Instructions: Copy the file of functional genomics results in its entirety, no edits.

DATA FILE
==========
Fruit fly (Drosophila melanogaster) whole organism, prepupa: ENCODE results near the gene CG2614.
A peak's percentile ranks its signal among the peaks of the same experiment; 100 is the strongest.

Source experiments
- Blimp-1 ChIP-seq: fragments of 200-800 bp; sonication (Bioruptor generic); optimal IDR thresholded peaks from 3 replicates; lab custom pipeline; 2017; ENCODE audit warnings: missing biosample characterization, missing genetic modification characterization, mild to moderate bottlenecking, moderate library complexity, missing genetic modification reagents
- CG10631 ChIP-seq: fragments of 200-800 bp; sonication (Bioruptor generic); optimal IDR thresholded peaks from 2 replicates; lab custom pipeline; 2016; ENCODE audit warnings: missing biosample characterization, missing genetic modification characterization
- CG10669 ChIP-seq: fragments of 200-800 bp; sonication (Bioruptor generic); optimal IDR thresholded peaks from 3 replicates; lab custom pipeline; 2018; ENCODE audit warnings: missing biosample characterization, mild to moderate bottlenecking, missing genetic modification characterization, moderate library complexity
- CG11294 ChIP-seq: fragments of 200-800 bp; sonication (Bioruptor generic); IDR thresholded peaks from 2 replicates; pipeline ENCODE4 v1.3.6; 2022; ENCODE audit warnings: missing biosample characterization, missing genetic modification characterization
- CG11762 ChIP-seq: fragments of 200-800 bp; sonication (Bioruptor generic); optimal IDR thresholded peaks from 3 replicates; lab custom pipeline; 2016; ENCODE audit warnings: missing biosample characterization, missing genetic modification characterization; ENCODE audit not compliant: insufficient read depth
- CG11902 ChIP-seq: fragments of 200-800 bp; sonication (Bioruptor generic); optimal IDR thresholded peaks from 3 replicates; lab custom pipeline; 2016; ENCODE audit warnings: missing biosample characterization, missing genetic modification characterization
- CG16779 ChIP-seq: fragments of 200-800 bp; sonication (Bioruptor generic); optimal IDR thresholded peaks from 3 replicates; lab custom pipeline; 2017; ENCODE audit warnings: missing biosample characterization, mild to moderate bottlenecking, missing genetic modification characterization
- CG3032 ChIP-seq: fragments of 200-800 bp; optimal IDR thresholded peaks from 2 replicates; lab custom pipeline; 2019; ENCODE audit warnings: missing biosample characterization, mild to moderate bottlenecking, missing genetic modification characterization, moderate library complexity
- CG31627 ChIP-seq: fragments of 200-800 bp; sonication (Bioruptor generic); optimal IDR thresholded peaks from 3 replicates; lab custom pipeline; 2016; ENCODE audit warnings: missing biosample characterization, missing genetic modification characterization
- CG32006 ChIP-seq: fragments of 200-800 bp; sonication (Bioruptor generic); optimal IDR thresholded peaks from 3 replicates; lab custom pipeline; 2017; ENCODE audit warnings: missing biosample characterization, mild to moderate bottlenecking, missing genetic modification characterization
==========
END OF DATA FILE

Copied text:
Fruit fly (Drosophila melanogaster) whole organism, prepupa: ENCODE results near the gene CG2614.
A peak's percentile ranks its signal among the peaks of the same experiment; 100 is the strongest.

Source experiments
- Blimp-1 ChIP-seq: fragments of 200-800 bp; sonication (Bioruptor generic); optimal IDR thresholded peaks from 3 replicates; lab custom pipeline; 2017; ENCODE audit warnings: missing biosample characterization, missing genetic modification characterization, mild to moderate bottlenecking, moderate library complexity, missing genetic modification reagents
- CG10631 ChIP-seq: fragments of 200-800 bp; sonication (Bioruptor generic); optimal IDR thresholded peaks from 2 replicates; lab custom pipeline; 2016; ENCODE audit warnings: missing biosample characterization, missing genetic modification characterization
- CG10669 ChIP-seq: fragments of 200-800 bp; sonication (Bioruptor generic); optimal IDR thresholded peaks from 3 replicates; lab custom pipeline; 2018; ENCODE audit warnings: missing biosample characterization, mild to moderate bottlenecking, missing genetic modification characterization, moderate library complexity
- CG11294 ChIP-seq: fragments of 200-800 bp; sonication (Bioruptor generic); IDR thresholded peaks from 2 replicates; pipeline ENCODE4 v1.3.6; 2022; ENCODE audit warnings: missing biosample characterization, missing genetic modification characterization
- CG11762 ChIP-seq: fragments of 200-800 bp; sonication (Bioruptor generic); optimal IDR thresholded peaks from 3 replicates; lab custom pipeline; 2016; ENCODE audit warnings: missing biosample characterization, missing genetic modification characterization; ENCODE audit not compliant: insufficient read depth
- CG11902 ChIP-seq: fragments of 200-800 bp; sonication (Bioruptor generic); optimal IDR thresholded peaks from 3 replicates; lab custom pipeline; 2016; ENCODE audit warnings: missing biosample characterization, missing genetic modification characterization
- CG16779 ChIP-seq: fragments of 200-800 bp; sonication (Bioruptor generic); optimal IDR thresholded peaks from 3 replicates; lab custom pipeline; 2017; ENCODE audit warnings: missing biosample characterization, mild to moderate bottlenecking, missing genetic modification characterization
- CG3032 ChIP-seq: fragments of 200-800 bp; optimal IDR thresholded peaks from 2 replicates; lab custom pipeline; 2019; ENCODE audit warnings: missing biosample characterization, mild to moderate bottlenecking, missing genetic modification characterization, moderate library complexity
- CG31627 ChIP-seq: fragments of 200-800 bp; sonication (Bioruptor generic); optimal IDR thresholded peaks from 3 replicates; lab custom pipeline; 2016; ENCODE audit warnings: missing biosample characterization, missing genetic modification characterization
- CG32006 ChIP-seq: fragments of 200-800 bp; sonication (Bioruptor generic); optimal IDR thresholded peaks from 3 replicates; lab custom pipeline; 2017; ENCODE audit warnings: missing biosample characterization, mild to moderate bottlenecking, missing genetic modification characterization